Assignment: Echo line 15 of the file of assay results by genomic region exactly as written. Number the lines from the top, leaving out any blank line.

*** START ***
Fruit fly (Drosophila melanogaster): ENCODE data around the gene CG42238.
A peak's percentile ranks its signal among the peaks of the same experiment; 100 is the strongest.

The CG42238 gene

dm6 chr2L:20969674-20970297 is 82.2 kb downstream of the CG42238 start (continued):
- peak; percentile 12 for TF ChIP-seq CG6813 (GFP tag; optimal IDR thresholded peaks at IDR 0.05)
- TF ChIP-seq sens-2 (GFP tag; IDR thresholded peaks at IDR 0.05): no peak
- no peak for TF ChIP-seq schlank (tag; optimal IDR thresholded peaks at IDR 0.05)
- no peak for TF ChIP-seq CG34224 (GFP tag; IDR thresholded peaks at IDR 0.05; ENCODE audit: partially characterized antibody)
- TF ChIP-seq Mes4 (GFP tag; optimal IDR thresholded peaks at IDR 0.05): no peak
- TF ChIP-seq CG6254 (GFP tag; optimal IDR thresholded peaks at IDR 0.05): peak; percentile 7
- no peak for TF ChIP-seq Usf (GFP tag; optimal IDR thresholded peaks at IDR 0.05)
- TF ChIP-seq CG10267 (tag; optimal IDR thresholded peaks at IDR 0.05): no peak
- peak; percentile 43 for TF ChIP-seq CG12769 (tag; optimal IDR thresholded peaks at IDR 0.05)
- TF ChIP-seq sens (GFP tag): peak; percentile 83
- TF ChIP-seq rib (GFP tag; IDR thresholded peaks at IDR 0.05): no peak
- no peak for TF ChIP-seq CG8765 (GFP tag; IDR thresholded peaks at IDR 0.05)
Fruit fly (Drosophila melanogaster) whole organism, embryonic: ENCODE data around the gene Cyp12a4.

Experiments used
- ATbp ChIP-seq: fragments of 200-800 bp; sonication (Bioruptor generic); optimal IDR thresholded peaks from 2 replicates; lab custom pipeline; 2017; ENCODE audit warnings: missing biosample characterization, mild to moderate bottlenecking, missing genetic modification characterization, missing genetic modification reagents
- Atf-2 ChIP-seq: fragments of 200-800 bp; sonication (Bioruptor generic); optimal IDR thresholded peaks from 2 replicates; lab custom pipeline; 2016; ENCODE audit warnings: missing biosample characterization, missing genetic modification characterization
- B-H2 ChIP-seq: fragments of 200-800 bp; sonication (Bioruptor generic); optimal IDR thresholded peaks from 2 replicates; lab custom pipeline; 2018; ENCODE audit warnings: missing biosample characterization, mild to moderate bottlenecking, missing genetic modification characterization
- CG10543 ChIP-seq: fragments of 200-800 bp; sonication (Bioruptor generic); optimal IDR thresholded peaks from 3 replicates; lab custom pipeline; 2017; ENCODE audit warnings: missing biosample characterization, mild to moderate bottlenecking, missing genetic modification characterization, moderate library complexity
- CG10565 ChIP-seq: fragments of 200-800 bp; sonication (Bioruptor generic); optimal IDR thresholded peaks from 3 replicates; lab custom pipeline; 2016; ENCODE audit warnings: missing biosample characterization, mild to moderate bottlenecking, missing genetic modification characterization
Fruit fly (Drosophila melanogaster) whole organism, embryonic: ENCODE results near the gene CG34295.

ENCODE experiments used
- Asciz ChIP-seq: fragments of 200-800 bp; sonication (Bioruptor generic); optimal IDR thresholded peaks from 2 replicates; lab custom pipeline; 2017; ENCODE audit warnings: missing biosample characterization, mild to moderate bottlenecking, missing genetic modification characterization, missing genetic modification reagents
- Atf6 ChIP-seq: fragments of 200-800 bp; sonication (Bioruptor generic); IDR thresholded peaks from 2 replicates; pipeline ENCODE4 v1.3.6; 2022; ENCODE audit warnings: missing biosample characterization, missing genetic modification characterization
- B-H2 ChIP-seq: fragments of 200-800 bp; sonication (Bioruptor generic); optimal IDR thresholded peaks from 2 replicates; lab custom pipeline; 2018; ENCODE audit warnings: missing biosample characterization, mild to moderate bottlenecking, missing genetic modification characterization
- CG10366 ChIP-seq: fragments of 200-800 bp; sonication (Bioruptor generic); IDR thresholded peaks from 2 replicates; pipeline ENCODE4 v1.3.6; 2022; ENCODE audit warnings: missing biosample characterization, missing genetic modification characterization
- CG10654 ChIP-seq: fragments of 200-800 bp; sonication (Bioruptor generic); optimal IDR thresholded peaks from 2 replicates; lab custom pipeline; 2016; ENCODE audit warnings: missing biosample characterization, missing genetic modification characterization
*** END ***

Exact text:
- TF ChIP-seq rib (GFP tag; IDR thresholded peaks at IDR 0.05): no peak